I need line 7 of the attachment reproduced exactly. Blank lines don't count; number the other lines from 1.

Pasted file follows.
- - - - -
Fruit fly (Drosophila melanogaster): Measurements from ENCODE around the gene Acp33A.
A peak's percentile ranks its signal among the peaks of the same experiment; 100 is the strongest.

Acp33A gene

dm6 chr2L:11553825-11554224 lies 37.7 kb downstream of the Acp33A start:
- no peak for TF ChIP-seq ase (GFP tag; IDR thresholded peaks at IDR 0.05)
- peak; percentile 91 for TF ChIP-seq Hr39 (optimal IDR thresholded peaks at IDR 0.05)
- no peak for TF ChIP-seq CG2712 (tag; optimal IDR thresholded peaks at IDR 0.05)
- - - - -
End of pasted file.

- no peak for TF ChIP-seq CG2712 (tag; optimal IDR thresholded peaks at IDR 0.05)